“We carefully monitor such ratings because we want Moscow to be an attractive city in every sense … and because we believe that it is a modern civilized city,” said Alexander Pogorelov of the city’s international relations department.

As an example, he cited a tourism survey published by a London newspaper that gave Moscow a low ranking because it apparently lacked a single United Nations World Heritage site. “But the Kremlin, Red Square and the Novodevichy Convent are listed,” he said.

Earlier this week, Moscow came 61st in an environmental survey of Russia’s 89 regions.


Tsu Lin + + said...

Well, look at the bright side : Moscow definitely scores very highly when it comes to entertainment, including opera and theater.


(I hope your hardship allowances more than compensate for the lack of everything else. Well, at least you still have the internet - China bans blogspot. Imagine if you were there!)

Lilian said...

You hit the nail on the head -- true hardship for me is indeed living without the internet, with blogspot being one of the essential sites I need to preserve my sanity!

Alcovelet said...

Too funny. Sounds like EVERYONE in Moscow has to turn to blogging for their bit of sanity!!

Lilian said...

Seriously, people talk about depression hitting you about 6 months after you move to a new country. I think it's true in the past. I don't think I could have coped moving to a strange country before the advent of the internet.

But with old friends just a click away, and tonnes of stuff on the net to kaypoh and while my time away, I've been all right, even in a place like Moscow. It does make me a bit complacent in making new friends though, cos the need just isn't that urgent :)

My Gems said...

Sounds really silly but I was in depression for 6 months when we first moved to France. Life returned to normalcy only after a one-week vacation in England. Guess I wasn't ready to immerse myself into a non-English speaking culture then.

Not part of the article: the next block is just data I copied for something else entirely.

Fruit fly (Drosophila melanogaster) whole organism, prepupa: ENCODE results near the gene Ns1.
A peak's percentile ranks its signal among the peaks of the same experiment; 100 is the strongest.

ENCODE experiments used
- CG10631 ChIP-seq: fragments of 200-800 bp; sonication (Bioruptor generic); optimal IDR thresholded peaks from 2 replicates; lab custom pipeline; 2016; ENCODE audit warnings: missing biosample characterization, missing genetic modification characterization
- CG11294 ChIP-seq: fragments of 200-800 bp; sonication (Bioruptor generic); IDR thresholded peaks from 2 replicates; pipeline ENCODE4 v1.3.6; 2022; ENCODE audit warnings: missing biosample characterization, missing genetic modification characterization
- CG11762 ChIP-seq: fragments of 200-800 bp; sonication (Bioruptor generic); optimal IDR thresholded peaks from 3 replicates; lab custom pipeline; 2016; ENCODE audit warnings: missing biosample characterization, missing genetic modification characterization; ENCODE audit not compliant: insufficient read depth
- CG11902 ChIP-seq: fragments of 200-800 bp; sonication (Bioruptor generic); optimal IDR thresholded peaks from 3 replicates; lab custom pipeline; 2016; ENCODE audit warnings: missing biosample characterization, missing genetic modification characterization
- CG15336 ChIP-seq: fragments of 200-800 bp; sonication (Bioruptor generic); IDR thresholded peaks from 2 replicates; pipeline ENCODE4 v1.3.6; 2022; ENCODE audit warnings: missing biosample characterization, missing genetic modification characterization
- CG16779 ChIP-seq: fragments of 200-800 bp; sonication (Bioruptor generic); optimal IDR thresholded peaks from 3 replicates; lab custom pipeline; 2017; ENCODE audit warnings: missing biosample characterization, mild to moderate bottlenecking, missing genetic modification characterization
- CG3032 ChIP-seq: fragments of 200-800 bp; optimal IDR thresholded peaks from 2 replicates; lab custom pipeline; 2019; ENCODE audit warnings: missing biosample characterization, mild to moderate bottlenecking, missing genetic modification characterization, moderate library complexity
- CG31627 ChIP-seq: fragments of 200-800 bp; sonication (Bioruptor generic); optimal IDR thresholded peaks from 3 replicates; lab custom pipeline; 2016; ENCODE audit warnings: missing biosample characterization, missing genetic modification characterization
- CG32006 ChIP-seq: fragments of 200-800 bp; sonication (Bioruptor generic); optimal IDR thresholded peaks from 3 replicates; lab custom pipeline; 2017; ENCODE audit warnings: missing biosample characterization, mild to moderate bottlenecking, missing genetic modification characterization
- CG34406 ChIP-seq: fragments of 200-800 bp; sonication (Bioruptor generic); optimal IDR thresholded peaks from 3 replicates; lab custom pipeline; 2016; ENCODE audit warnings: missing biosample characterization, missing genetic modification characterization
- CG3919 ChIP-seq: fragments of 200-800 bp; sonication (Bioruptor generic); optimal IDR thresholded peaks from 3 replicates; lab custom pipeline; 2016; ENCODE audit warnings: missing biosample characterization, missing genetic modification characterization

Lilian said...

Can understand that. It's tough moving to a non-english speaking country with young children. And you had two so close in age too. Just like Cindy. I'd have gone nuts. I only had to take care of 2-year old Sean when I moved to Frankfut and there were some crazy times for me too.

I've also been lucky in that where I've been, there were enough fun fellow Singaporeans/Malaysians to keep my spirits up. A game of mahjong once in a while helps drive depression away!

bACk in GERMANY said...

Actually, for me it's quite the opposite. I was dying to get out of the house, meet people and be immersed back in Germany again, but my two very little kids just didn't allow me to! And just as life gets easier, it's time to pack up and leave... sigh! Guess I have no luck to be a tai-tai, haha...

Lilian said...

Ahhh...you studied in Germany, so the country wasn't totally foreign to you. Well, you never know when you'll go to another country again, cos Alan may get a future posting?

WTMV said...

No reason to fret if Moscow scored anywhere near Managua (I don't know about Tripoli) - it shouldn't be so bad. The reality of expat life in Managua is different than what is perceived: 1 hour to the beautiful beaches on one side, 1 hour to the cool mountains on the other, 3.5 hours to the US, 1.5 hours to Costa Rica and a tad more to Panama, nice weather, access to the Caribbean, safest country in Central America; German, French, American, Swedish Schools...take your pick; nice housing with big gardens and pools. Not considered a hardship post, except for the Americans.

On some days, it could be so-so living here but definitely not miserable.

Lilian said...


Wow, compared to Moscow, Managua sounds like paradise actually :) Funny what you said about it being hardship only in the eyes of Americans! Well, if that leads to higher hardship allowances all round the world, we should thank them!

WTMV said...

As far as I know only the Americans get hardship allowance here (Europe hasn't followed suit yet) because of the love-hate relationship they have with the country and pretty much with the whole Latin America due to their history. You know how neighbors can get. It's all about politics.